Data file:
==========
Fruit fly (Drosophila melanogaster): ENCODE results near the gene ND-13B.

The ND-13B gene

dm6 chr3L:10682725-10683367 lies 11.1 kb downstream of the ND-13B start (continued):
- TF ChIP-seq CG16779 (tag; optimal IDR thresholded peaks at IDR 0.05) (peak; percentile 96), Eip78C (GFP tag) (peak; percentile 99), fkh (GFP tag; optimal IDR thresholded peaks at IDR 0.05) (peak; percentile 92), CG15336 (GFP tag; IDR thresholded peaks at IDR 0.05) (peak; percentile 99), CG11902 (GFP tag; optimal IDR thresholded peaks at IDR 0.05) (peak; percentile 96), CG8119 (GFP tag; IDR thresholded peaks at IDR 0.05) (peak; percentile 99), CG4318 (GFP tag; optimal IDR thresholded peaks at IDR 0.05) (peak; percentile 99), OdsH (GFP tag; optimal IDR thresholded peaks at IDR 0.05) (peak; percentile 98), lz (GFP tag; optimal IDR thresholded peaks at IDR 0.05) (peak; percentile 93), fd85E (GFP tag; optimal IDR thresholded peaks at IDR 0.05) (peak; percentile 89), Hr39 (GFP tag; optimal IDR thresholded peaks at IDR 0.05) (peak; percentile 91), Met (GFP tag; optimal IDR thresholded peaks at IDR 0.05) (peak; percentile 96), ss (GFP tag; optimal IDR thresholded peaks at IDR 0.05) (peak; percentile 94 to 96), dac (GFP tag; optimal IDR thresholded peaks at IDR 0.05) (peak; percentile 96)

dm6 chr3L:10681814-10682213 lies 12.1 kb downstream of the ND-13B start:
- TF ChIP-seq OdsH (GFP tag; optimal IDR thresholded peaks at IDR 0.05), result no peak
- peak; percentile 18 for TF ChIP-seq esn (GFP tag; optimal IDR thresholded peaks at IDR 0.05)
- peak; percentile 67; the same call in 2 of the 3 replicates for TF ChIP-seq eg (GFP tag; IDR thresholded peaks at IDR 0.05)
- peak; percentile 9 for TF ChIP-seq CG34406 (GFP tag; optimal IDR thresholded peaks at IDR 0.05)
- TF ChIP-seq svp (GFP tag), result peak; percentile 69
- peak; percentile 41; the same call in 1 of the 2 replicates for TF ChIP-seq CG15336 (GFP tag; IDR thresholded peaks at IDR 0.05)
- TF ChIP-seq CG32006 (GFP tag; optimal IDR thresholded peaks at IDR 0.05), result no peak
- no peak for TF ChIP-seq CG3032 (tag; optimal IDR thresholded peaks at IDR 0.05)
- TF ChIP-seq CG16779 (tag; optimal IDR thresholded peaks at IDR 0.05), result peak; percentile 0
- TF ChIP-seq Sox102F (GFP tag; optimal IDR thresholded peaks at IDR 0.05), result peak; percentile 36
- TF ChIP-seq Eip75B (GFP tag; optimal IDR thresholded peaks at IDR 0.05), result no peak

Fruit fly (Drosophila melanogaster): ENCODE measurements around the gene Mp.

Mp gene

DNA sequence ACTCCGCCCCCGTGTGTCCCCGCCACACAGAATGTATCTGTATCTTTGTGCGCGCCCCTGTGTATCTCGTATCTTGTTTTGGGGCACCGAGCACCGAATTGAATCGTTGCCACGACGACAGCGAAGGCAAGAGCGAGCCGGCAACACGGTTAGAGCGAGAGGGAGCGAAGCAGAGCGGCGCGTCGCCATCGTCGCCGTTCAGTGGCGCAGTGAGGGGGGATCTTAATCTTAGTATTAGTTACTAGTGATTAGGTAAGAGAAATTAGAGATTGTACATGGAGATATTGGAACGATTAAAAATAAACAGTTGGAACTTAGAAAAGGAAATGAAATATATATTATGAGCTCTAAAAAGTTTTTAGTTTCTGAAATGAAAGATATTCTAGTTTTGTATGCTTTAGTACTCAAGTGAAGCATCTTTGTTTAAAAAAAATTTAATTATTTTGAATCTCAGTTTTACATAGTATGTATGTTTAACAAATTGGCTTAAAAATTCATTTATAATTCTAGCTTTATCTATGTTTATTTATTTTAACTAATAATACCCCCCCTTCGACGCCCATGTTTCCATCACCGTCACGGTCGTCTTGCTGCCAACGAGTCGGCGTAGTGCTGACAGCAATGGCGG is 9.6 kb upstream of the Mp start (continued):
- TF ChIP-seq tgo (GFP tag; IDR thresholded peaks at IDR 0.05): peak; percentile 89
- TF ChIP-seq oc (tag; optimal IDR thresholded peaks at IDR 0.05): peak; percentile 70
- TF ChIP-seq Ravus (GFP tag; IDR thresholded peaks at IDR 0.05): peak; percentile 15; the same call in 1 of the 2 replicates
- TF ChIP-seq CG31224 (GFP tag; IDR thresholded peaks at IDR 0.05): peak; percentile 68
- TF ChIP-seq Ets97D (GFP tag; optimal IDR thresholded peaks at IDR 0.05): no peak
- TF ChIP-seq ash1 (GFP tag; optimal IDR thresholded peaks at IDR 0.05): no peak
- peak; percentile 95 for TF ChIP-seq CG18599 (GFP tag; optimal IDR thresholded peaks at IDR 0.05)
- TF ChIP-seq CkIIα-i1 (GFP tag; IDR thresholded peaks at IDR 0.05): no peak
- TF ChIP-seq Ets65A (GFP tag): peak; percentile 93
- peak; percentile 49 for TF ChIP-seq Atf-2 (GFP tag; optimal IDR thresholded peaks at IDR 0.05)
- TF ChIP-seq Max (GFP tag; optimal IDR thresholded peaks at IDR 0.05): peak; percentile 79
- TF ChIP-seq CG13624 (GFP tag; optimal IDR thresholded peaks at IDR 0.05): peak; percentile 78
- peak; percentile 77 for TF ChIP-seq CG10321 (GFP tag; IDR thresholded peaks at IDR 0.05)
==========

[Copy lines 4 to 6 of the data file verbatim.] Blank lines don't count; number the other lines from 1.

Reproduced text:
- TF ChIP-seq CG16779 (tag; optimal IDR thresholded peaks at IDR 0.05) (peak; percentile 96), Eip78C (GFP tag) (peak; percentile 99), fkh (GFP tag; optimal IDR thresholded peaks at IDR 0.05) (peak; percentile 92), CG15336 (GFP tag; IDR thresholded peaks at IDR 0.05) (peak; percentile 99), CG11902 (GFP tag; optimal IDR thresholded peaks at IDR 0.05) (peak; percentile 96), CG8119 (GFP tag; IDR thresholded peaks at IDR 0.05) (peak; percentile 99), CG4318 (GFP tag; optimal IDR thresholded peaks at IDR 0.05) (peak; percentile 99), OdsH (GFP tag; optimal IDR thresholded peaks at IDR 0.05) (peak; percentile 98), lz (GFP tag; optimal IDR thresholded peaks at IDR 0.05) (peak; percentile 93), fd85E (GFP tag; optimal IDR thresholded peaks at IDR 0.05) (peak; percentile 89), Hr39 (GFP tag; optimal IDR thresholded peaks at IDR 0.05) (peak; percentile 91), Met (GFP tag; optimal IDR thresholded peaks at IDR 0.05) (peak; percentile 96), ss (GFP tag; optimal IDR thresholded peaks at IDR 0.05) (peak; percentile 94 to 96), dac (GFP tag; optimal IDR thresholded peaks at IDR 0.05) (peak; percentile 96)

dm6 chr3L:10681814-10682213 lies 12.1 kb downstream of the ND-13B start:
- TF ChIP-seq OdsH (GFP tag; optimal IDR thresholded peaks at IDR 0.05), result no peak